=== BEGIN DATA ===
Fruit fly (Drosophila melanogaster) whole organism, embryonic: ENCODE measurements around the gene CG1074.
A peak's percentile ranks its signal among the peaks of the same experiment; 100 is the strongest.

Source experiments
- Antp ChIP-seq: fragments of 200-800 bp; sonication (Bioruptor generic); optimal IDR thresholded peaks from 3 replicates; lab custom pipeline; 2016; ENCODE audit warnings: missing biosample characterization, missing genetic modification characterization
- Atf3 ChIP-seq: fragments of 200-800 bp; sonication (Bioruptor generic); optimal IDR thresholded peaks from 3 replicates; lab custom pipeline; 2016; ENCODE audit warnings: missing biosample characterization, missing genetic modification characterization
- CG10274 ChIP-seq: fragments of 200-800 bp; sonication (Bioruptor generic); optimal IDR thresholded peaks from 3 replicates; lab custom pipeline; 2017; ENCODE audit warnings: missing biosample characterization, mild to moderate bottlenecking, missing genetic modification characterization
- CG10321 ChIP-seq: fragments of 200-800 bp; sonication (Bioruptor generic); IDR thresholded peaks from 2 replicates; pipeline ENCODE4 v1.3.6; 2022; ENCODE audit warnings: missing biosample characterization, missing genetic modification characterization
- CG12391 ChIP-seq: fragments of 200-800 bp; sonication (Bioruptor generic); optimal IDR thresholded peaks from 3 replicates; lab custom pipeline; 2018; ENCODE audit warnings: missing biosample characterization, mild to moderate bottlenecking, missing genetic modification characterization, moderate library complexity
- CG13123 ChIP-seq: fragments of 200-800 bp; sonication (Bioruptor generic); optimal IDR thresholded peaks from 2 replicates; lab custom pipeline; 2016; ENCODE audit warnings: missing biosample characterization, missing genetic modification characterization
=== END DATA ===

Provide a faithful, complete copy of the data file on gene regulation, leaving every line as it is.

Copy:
Fruit fly (Drosophila melanogaster) whole organism, embryonic: ENCODE measurements around the gene CG1074.
A peak's percentile ranks its signal among the peaks of the same experiment; 100 is the strongest.

Source experiments
- Antp ChIP-seq: fragments of 200-800 bp; sonication (Bioruptor generic); optimal IDR thresholded peaks from 3 replicates; lab custom pipeline; 2016; ENCODE audit warnings: missing biosample characterization, missing genetic modification characterization
- Atf3 ChIP-seq: fragments of 200-800 bp; sonication (Bioruptor generic); optimal IDR thresholded peaks from 3 replicates; lab custom pipeline; 2016; ENCODE audit warnings: missing biosample characterization, missing genetic modification characterization
- CG10274 ChIP-seq: fragments of 200-800 bp; sonication (Bioruptor generic); optimal IDR thresholded peaks from 3 replicates; lab custom pipeline; 2017; ENCODE audit warnings: missing biosample characterization, mild to moderate bottlenecking, missing genetic modification characterization
- CG10321 ChIP-seq: fragments of 200-800 bp; sonication (Bioruptor generic); IDR thresholded peaks from 2 replicates; pipeline ENCODE4 v1.3.6; 2022; ENCODE audit warnings: missing biosample characterization, missing genetic modification characterization
- CG12391 ChIP-seq: fragments of 200-800 bp; sonication (Bioruptor generic); optimal IDR thresholded peaks from 3 replicates; lab custom pipeline; 2018; ENCODE audit warnings: missing biosample characterization, mild to moderate bottlenecking, missing genetic modification characterization, moderate library complexity
- CG13123 ChIP-seq: fragments of 200-800 bp; sonication (Bioruptor generic); optimal IDR thresholded peaks from 2 replicates; lab custom pipeline; 2016; ENCODE audit warnings: missing biosample characterization, missing genetic modification characterization